Experts in the U.K. are completing a pioneering project that will give surgeons the software to quickly and easily design 3D-printable titanium implants for patients with maxillofacial injuries (trauma to the face).
Called ADEPT, or Additive-manufacture for Design-led Efficient Patient Treatment, the software is the result of a three-year investigation carried out by Morriston Hospital and Cardiff Metropolitan University, both in Wales, and industry partners.
“We wanted a turnkey solution for designing custom implants for the facial skeleton,” Peter Llewelyn Evans, head of prosthetic maxillofacial rehabilitation at Morriston, told Digital Trends. “Most patients who have a facial injury — through trauma, or a bone that has been removed to access a tumor — have that area repaired using an off-the-shelf piece of metal. This metal is bent into shape by surgeons in theater. What we have produced is smart software that allows surgeons to design an implant with just a few mouse clicks, and then export it so that it can be 3D-printed in titanium alloy.”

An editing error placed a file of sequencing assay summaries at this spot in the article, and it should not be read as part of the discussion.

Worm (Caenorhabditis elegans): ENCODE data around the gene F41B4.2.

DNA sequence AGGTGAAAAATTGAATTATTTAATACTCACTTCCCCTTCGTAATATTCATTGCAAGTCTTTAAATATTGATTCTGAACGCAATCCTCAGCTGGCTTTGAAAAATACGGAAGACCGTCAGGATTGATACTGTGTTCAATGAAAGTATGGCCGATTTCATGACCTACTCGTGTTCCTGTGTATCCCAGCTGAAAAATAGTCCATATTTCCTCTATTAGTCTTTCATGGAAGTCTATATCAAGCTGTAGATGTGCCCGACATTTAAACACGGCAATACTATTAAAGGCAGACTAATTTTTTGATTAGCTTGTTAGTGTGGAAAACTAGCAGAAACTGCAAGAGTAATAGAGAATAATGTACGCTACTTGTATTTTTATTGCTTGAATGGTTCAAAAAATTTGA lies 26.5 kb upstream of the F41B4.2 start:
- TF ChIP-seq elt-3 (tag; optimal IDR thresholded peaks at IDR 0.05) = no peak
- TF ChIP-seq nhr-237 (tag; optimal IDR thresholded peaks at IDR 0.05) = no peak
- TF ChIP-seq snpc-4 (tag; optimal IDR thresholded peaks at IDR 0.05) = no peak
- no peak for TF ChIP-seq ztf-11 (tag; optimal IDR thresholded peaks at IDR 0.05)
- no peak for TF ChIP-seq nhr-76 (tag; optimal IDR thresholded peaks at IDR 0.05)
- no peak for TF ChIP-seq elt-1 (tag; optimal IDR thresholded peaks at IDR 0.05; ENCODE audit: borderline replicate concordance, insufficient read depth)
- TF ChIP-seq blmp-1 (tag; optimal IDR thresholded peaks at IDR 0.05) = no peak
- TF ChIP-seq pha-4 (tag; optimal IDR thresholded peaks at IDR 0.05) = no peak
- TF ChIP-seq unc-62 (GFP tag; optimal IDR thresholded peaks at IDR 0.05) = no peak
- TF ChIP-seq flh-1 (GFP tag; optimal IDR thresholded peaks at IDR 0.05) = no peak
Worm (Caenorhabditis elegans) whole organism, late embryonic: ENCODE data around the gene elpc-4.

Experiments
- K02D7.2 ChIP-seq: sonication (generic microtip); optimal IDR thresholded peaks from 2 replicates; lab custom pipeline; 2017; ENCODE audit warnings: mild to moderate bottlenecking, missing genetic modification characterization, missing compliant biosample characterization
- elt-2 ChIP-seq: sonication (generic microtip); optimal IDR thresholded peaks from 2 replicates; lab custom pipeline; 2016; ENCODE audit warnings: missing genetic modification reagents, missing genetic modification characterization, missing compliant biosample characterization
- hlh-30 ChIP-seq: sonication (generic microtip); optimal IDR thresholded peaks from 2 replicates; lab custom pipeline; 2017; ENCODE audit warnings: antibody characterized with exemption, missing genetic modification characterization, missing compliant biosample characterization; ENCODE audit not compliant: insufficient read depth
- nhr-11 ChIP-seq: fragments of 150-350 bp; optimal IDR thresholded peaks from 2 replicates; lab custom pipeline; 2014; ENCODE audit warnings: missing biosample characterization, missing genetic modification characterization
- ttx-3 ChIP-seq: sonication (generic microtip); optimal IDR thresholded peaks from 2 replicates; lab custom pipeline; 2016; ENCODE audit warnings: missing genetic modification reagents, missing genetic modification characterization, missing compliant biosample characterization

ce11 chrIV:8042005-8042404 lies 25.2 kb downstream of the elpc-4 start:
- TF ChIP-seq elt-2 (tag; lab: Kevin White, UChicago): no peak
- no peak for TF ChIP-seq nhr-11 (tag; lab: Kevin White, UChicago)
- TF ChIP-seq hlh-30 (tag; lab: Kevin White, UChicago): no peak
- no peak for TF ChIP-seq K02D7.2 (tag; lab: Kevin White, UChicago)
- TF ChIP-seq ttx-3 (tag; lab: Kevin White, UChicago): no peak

Evans said that while technology for designing implants has been around for a while, it has previously been difficult to use and very expensive.
“Normally, you would require two or three pieces of software to design an implant from CT data,” Evans said. “That process can be quite expensive in terms of the packages involved. What we can now do is to carry out all of this in one piece of software, which is not only much cheaper but also more intuitive for the surgeons.”
The next step involved with ADEPT is a presentation that will take place at the U.K.’s Collaborate to Innovate Conference on November 17. After that, it might not be long before it’s being used in earnest.
“We’ll then roll it out to maxillofacial units around the U.K. who will beta test it and help us iron out any bugs,” Evans continued. “When we’ve got all the feedback, we’ll release the software following the end of the project.”
- A coat of diamonds could make implants more biocompatible
- It may look like a car part, but this is actually a working artificial heart
- 14 major milestones along the brief history of 3D printing
- A ’bionic’ larynx sounds far more natural than regular artificial voice boxes
- This bionic hand has an extra trick up its sleeve — a sense of touch